Don’t believe the myth that you can’t get your period while breastfeeding. Seriously. When it comes back varies for everyone, because everyone’s body is different. But it could be as early as when your baby starts sleeping through the night if you end up pumping less during that period. The more you feed/pump, the more prolactin your body makes. And the more prolactin, the less chance you’ll ovulate. That said, definitely don’t think of breastfeeding as birth control because you can still get pregnant while breastfeeding!
Try to get in the bulk of your baby’s calories during the day.
Speaking of sleeping through the night, if you’re sleep-training your baby while breastfeeding, you might want to shift their eating to only awake times. Fueling them up for the night can help everyone get better sleep. Once they’re ready to sleep through the night, try to get all of their calories in during the day. Definitely consult your pediatrician before trying it.
The amount of breast milk they need won’t really change right after you introduce solids.
Even after the baby starts solids, the amount of milk they’re consuming before their first birthday doesn’t really change. It isn’t until they turn 1 that they can switch to animal or nondairy milk, depending on their need.
Breastfeeding can be really meditative.
Quiet time, and especially quiet alone time, is hard to come by when you have a baby. But once breastfeeding becomes routine — at least during those easy periods — you can use the time to meditate. Focus on your breathing, feel your baby breathing, take deep breaths from your belly, and try to clear your mind and let go of tension. The more you work on it, the easier it gets. Of course, don’t expect that every breastfeeding session will be like this! But savor the ones that are.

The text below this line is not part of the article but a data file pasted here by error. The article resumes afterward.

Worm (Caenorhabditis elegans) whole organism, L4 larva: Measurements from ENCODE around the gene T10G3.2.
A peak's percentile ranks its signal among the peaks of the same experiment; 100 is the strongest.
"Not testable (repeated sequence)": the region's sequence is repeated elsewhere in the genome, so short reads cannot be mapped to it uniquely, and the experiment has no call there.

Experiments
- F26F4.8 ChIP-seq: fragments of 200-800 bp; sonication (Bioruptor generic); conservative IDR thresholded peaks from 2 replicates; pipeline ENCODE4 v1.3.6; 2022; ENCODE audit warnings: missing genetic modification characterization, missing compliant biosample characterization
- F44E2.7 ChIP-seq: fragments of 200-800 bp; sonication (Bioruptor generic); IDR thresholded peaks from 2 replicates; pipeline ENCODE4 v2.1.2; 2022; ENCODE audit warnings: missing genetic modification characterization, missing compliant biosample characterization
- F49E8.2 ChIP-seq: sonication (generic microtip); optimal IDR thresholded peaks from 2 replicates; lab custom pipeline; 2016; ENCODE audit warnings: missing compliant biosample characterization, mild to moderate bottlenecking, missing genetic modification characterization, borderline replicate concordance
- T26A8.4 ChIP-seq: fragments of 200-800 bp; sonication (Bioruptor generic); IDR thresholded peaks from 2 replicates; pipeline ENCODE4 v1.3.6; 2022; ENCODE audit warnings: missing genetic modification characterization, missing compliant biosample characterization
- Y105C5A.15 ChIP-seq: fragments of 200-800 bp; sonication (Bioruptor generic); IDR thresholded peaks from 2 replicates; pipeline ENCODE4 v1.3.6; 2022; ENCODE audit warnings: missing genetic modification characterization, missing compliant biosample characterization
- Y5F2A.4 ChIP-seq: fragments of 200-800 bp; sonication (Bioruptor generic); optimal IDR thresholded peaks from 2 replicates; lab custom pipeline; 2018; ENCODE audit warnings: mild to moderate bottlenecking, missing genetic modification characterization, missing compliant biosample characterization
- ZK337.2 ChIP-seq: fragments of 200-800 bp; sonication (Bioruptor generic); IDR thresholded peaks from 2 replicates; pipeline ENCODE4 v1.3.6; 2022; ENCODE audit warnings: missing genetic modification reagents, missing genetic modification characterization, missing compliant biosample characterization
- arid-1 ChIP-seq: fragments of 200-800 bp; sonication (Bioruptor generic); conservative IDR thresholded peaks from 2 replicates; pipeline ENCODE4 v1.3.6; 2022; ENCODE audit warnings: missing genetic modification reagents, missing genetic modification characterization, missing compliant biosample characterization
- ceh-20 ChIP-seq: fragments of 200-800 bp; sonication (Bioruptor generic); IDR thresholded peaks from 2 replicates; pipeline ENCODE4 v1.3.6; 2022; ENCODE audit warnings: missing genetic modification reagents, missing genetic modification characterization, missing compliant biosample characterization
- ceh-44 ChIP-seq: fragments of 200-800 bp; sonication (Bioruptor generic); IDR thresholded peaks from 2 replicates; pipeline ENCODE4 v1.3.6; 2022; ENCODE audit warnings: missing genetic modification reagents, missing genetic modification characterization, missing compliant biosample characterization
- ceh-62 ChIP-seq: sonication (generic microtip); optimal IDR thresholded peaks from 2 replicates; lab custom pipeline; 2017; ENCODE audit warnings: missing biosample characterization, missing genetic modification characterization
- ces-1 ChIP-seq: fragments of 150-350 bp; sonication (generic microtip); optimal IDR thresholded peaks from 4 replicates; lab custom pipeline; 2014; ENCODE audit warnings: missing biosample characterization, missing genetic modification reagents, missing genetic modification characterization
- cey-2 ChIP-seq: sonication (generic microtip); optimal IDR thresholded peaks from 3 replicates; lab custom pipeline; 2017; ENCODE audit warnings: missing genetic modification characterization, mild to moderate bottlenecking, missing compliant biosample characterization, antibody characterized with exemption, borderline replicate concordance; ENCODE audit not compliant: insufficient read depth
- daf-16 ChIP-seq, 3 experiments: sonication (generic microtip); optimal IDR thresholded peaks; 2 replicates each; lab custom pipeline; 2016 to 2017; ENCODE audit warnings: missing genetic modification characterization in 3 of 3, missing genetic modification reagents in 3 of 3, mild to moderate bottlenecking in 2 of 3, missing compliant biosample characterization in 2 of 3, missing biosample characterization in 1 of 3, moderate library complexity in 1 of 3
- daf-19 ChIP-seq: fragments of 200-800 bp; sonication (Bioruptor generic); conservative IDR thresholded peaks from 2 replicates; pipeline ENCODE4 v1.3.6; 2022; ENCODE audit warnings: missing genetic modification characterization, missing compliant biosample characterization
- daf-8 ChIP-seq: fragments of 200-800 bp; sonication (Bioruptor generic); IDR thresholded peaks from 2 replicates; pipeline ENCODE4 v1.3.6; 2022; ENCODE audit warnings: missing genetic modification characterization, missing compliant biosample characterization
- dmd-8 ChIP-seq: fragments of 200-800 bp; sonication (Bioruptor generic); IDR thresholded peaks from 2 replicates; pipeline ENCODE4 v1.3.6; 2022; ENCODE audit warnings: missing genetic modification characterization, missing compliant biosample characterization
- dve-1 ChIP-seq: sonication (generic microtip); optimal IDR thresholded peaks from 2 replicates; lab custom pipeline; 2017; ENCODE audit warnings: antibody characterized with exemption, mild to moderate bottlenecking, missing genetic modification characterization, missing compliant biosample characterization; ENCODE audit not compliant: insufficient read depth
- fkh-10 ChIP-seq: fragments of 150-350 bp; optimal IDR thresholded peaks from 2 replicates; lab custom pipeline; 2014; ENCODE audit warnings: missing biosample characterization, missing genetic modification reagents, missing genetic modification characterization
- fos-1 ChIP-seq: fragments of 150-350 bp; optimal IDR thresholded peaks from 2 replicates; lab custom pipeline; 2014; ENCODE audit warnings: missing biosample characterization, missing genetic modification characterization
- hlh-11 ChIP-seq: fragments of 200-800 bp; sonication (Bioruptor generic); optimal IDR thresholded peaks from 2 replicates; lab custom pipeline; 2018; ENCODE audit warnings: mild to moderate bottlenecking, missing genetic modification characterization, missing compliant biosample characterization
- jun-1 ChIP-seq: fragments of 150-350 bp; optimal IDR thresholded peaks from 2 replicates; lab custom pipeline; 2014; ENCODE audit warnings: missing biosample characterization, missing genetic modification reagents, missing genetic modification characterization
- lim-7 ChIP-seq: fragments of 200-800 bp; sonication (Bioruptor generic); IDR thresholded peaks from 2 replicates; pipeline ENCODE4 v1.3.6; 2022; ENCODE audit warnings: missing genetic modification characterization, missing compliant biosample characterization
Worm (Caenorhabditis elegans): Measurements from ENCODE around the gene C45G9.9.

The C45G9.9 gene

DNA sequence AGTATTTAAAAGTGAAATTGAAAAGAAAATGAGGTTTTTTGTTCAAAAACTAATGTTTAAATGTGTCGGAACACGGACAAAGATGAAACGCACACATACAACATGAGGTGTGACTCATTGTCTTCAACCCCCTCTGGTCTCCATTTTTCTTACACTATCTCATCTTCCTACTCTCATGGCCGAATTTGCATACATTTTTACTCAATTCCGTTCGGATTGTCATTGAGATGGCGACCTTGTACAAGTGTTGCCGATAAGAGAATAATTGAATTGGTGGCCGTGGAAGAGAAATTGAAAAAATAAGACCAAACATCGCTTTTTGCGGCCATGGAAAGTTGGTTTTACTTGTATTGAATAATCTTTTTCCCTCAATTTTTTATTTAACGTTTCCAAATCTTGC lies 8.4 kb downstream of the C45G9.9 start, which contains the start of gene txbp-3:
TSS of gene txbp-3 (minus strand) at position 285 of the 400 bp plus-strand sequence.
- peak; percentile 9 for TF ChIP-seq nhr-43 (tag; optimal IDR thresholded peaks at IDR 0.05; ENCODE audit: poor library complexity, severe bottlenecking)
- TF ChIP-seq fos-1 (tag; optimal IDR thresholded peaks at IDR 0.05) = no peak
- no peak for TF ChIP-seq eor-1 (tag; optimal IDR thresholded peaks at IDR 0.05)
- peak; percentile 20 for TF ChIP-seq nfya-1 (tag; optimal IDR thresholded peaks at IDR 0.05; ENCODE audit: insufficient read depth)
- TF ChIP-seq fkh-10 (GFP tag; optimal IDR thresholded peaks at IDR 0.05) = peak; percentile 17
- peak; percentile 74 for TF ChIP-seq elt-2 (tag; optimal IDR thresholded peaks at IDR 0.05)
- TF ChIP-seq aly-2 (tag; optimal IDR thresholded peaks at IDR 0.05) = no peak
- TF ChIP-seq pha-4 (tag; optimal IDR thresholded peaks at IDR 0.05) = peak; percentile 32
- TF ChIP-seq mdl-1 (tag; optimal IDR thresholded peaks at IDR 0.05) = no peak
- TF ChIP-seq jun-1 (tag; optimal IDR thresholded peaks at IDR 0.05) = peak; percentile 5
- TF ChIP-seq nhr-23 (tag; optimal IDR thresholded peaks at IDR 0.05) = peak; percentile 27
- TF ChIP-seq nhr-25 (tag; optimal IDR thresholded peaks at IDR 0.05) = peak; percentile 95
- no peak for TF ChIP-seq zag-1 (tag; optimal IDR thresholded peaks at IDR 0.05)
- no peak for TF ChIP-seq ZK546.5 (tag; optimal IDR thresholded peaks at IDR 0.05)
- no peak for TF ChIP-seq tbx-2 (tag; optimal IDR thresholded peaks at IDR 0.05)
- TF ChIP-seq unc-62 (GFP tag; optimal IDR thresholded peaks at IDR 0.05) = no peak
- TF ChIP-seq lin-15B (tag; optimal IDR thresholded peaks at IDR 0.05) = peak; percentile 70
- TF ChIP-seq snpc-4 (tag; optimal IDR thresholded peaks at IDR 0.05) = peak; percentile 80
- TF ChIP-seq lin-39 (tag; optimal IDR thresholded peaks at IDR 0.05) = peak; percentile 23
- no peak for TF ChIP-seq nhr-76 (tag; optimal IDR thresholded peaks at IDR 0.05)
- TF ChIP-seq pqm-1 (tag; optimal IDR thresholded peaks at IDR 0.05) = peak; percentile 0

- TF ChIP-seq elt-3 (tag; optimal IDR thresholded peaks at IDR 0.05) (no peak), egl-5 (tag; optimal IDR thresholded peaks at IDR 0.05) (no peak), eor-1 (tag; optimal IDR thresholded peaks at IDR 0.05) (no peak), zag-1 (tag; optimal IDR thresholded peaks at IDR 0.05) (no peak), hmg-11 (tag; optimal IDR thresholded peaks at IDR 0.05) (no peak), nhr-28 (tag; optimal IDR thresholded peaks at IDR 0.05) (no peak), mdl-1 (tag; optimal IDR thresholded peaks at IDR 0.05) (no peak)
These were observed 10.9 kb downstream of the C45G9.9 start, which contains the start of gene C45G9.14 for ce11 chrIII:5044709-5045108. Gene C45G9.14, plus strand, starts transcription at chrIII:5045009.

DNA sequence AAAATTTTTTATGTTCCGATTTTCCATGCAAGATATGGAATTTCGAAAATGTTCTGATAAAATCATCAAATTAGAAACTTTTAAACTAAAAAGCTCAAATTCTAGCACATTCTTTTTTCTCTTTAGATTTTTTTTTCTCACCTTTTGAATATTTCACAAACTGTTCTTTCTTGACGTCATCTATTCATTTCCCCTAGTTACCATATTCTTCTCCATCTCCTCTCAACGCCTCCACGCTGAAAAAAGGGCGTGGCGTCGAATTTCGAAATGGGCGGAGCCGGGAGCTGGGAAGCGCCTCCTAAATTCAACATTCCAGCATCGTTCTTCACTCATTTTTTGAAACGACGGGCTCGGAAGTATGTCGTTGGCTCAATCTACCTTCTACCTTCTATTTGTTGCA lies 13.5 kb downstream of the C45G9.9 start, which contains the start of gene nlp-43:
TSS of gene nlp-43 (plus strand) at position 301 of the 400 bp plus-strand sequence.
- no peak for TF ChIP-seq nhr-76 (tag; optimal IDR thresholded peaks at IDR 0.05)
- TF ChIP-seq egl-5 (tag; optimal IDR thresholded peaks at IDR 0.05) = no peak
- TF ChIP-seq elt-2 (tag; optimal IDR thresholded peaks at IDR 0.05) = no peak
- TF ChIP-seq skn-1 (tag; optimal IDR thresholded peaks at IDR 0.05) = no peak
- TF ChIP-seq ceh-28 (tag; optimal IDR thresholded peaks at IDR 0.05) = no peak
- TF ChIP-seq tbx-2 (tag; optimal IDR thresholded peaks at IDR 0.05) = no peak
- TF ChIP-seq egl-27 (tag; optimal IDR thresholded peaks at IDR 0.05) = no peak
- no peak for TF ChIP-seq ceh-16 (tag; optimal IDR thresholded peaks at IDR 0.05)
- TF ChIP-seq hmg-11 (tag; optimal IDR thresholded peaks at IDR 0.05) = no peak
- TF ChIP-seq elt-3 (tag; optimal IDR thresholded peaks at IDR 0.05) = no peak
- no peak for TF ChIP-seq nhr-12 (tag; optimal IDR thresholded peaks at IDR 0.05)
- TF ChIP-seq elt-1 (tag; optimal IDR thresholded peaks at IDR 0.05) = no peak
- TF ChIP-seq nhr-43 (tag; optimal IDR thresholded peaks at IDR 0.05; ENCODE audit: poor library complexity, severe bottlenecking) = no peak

Hot showers, heat pads, massagers, and a little shimmy will help you maximize your milk output.
If you’re sleeping longer stretches at night, you really want to empty your breasts as much as possible before getting into bed. It can be really relaxing and helpful to take a hot shower before that last pump of the night, or even put a hot compress on your breasts right before. There are other things you can do to help your breasts fully empty: It might feel silly but a shimmy can help get blood flowing to your breasts and bring on letdowns. You could also try a lactation massager. These will all help you make the most of your final pump.
There will be days when you feel like a milk machine and that is valid.
Your breasts are giving life to your baby, and, yes, this is temporary. But there might be moments when you feel like your boobs don’t belong to you anymore. There is definitely some sadness in that. Don’t be afraid to honor that and let yourself feel everything you’re feeling.
It really is a full-time job.
Breastfeeding, pumping, is a full-time job on top of being a mom and just being you. In fact, you might spend even more hours a day on breastfeeding and/or pumping, in the beginning, than you do at your job. It will truly boggle your mind when you add up the number of hours a day you put into this.
Your nipples might lose elasticity and feel cartoonishly large.
You will probably have to change flange sizes at least once. And if you’re still pumping at five months, you will probably have to readjust throughout pumping. When you lose elasticity in your nipples, they go deeper into the flange. But you can get silicone inserts that prevent them from going too far. Pumpin Pal makes a good set.
You will be the first to know when the first teeth pop through.
Try not to react when it happens, pull off immediately, and end the nursing session.
Really, you can quit at any time!
You’re doing the best for your baby and that’s all that really matters! Give yourself the credit you deserve.